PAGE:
I spent the morning on a long walk through downtown Los Angeles on LA Conservancy’s Historic Downtown Walking Tour. I won’t go over everything on the tour, but I’ll cover a few stops I found interesting.
The Central Library is actually two buildings glued together, and aside from books and such it’s also home to a variety of permanent and rotating art. The LA Conservancy helped prevent the stately old library from being torn down, although it was too late to save the interior due to a fire. See also the photo at the top of the post.
One Bunker Hill, aka the Southern California Edison Company Building, is an art deco masterpiece that was also the first building in LA to feature air conditioning. Thankfully, it still does. The building’s land was owned by Henry Huntington who was involved with SoCal Edison among other businesses. And where did he get the money for financing these projects? From one of San Francisco’s railway robber barons, his uncle Collis P. Huntington.
Angel’s Flight is known as the world’s shortest railway, intended to get lazy people up and down Bunker Hill. It raises some interesting questions, or rather one question really — why didn’t they just build an elevator? I suspect the answer is people will pay for train rides but would balk at paying for a very short elevator trip.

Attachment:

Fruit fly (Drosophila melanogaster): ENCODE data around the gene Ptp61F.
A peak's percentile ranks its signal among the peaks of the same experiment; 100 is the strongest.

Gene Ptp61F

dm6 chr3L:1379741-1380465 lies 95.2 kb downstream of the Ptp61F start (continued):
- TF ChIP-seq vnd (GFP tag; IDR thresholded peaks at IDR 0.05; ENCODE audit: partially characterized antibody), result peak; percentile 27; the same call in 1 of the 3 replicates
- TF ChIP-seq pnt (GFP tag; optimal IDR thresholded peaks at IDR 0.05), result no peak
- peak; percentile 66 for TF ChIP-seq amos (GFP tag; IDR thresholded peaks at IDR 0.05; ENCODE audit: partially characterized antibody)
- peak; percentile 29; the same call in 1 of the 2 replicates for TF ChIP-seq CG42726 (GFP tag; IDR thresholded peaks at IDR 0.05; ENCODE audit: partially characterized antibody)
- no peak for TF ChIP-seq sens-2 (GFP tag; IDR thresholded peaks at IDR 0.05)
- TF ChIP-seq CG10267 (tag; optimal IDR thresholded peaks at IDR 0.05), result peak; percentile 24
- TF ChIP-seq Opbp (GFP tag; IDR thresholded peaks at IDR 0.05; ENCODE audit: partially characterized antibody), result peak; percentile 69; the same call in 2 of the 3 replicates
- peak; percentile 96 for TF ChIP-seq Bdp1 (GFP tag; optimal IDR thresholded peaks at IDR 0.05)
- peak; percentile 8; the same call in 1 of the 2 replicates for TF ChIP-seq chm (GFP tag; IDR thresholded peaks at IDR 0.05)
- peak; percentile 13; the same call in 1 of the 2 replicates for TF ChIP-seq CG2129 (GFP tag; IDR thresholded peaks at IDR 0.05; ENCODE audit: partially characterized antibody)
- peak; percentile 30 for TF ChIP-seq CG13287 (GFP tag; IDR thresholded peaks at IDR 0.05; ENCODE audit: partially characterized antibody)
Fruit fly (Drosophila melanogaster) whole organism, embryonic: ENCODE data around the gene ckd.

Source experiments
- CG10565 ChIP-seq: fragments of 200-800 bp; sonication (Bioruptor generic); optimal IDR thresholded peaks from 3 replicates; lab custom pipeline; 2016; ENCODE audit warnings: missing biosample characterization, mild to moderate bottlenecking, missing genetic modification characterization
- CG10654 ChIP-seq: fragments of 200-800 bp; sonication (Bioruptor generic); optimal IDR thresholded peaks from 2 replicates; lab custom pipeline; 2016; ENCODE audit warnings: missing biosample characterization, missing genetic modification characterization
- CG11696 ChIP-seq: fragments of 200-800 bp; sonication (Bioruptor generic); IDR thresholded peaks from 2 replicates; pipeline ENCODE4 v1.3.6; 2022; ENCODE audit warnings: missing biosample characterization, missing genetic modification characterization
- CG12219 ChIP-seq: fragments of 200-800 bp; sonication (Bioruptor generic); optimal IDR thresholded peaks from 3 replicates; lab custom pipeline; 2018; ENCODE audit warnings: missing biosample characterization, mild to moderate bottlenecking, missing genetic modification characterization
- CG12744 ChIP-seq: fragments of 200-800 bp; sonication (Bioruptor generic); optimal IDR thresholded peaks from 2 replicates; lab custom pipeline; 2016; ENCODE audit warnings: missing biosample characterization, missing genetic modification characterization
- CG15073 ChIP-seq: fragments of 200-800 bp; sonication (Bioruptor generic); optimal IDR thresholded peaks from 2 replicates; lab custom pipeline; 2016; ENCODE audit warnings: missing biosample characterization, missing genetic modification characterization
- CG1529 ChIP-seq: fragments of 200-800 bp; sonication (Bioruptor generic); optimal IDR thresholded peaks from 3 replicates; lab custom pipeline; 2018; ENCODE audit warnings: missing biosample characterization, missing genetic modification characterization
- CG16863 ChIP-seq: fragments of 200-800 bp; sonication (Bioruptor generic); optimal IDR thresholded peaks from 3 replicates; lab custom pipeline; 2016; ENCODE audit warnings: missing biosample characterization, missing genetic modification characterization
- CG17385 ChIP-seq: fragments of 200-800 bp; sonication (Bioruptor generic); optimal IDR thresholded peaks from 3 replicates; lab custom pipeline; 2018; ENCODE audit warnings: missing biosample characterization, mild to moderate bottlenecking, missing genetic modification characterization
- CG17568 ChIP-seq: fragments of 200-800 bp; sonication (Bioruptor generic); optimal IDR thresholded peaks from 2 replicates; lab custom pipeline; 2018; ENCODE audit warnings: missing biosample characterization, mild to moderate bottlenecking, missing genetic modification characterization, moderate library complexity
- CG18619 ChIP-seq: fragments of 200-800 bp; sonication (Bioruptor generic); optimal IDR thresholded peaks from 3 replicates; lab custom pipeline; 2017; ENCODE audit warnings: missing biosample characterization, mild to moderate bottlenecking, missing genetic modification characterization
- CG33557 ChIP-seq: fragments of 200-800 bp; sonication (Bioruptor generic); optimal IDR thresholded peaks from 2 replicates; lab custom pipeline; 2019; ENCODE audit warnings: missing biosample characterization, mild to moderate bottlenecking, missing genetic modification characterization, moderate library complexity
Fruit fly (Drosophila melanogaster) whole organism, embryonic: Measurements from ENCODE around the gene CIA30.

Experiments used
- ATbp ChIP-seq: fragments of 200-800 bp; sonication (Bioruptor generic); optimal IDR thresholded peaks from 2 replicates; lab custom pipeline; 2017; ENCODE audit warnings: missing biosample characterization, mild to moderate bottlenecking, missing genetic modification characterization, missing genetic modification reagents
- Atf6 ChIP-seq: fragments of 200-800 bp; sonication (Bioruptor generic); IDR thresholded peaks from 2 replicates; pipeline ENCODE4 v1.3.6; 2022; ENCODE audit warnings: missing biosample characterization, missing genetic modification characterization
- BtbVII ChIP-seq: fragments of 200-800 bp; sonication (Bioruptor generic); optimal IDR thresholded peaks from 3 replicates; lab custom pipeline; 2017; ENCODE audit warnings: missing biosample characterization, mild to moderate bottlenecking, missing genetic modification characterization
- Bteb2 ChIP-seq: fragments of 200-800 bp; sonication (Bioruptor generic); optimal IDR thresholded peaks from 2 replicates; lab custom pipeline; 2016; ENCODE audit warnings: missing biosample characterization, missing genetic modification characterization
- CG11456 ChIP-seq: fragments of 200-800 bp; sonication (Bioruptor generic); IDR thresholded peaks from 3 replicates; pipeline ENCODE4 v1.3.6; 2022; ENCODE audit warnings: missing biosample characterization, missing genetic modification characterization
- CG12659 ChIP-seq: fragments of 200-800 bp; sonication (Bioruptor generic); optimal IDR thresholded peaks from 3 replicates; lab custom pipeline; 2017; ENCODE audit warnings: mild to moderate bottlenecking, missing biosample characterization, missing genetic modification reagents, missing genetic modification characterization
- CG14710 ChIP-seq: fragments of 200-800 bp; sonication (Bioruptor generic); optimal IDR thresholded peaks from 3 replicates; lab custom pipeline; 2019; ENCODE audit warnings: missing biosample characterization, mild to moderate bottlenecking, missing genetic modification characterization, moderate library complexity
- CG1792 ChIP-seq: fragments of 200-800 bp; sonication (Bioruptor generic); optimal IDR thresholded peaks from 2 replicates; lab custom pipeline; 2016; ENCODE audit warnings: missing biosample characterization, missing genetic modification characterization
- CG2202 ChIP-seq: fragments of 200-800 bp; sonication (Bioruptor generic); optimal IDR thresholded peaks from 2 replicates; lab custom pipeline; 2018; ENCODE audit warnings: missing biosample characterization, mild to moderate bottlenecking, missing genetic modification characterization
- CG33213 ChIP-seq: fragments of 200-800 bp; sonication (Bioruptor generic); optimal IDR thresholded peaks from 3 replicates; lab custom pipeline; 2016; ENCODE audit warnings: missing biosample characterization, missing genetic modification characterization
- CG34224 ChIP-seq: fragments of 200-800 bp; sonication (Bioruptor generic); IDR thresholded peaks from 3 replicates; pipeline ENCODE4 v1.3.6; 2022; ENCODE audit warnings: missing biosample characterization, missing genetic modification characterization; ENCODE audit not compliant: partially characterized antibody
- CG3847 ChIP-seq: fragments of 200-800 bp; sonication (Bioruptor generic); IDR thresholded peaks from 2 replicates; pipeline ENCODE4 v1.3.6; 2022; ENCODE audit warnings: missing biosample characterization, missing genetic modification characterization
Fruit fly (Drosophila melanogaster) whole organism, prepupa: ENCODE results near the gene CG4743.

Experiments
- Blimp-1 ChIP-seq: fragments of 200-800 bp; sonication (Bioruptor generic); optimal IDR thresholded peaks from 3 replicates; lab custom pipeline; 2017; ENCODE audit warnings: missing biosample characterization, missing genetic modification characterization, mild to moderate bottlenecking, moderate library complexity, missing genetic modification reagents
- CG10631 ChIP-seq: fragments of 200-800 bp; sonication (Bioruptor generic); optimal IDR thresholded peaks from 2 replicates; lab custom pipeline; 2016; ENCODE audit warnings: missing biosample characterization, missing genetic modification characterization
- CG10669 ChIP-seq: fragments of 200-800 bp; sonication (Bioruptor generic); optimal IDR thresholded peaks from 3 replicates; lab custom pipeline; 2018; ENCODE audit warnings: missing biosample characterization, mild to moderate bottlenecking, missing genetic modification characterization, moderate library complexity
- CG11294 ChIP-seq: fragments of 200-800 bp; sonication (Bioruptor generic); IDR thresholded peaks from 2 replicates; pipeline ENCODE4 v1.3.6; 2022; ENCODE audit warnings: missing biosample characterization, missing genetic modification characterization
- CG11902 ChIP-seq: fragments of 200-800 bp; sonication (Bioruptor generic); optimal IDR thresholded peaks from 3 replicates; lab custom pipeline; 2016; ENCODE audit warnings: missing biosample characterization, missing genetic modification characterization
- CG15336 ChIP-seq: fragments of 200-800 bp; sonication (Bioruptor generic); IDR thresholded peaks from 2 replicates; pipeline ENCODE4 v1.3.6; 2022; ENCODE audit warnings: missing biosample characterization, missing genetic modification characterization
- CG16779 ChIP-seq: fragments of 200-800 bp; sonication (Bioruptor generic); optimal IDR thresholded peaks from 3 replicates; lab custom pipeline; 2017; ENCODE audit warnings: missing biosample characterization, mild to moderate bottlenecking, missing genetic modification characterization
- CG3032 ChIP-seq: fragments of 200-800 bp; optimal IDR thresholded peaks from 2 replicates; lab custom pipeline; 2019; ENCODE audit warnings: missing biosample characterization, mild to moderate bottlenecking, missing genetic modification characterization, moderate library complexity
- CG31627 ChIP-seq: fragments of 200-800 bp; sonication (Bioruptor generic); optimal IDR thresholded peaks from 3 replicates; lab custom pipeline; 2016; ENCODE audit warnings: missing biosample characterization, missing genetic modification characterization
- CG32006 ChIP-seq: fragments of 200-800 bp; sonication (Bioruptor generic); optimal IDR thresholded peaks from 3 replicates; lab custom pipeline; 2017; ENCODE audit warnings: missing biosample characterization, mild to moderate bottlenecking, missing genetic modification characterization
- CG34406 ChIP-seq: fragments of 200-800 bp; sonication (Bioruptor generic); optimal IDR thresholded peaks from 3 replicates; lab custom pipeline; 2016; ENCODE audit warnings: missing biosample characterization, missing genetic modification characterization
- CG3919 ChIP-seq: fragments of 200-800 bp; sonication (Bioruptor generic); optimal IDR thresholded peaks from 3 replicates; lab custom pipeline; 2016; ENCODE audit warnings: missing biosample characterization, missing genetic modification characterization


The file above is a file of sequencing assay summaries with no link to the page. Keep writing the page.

Confession: since it’s cash only and I don’t like bothering with paper (their claim to accept TAP cards is a bold faced lie) I skipped the ride and took the stairs instead.
I didn’t get any photos but the Grand Central Market is your typical foodie mecca selling everything from raw ingredients to freshly made cuisine. It’s pretty similar to the Ferry Building in San Francisco, Pike’s Place in Seattle, etc. Bringing the tour through here at lunch time was a poor choice as we lost a couple hungry tourists. I came back after the tour for lunch myself. Finding good food was easy, finding a table was not. Finding a chair was even harder — I eventually gave up and ate while standing.
Last but definitely not least is the Bradbury Building. Also known as “hey it’s that building from Blade Runner!” The iron work in the building was reclaimed from a World’s Fair exhibition. Today tourists are only allowed on the first two floors and not in the elevators as the offices are still actively used. Many of them appeared to be empty, presumably because workers got sick of answering questions about Replicants.
There’s a patio on one side of the building with a wall detailing the life of Biddy Mason, a slave who’s owners moved to California. Mason realized being a slave in a free state made no sense and successfully freed herself through the court system, then took up work as a midwife. Her former home was located nearby on the site of what is now (to the surprise of no one who’s ever spent time in Los Angeles) a parking garage.
My recommendation: If you like architecture and public art and don’t know downtown LA (that’s me!) this tour’s a good fit. Be forewarned it’s more strenuous than your average walking tour. A few older folks in the crowd were having trouble keeping up at times.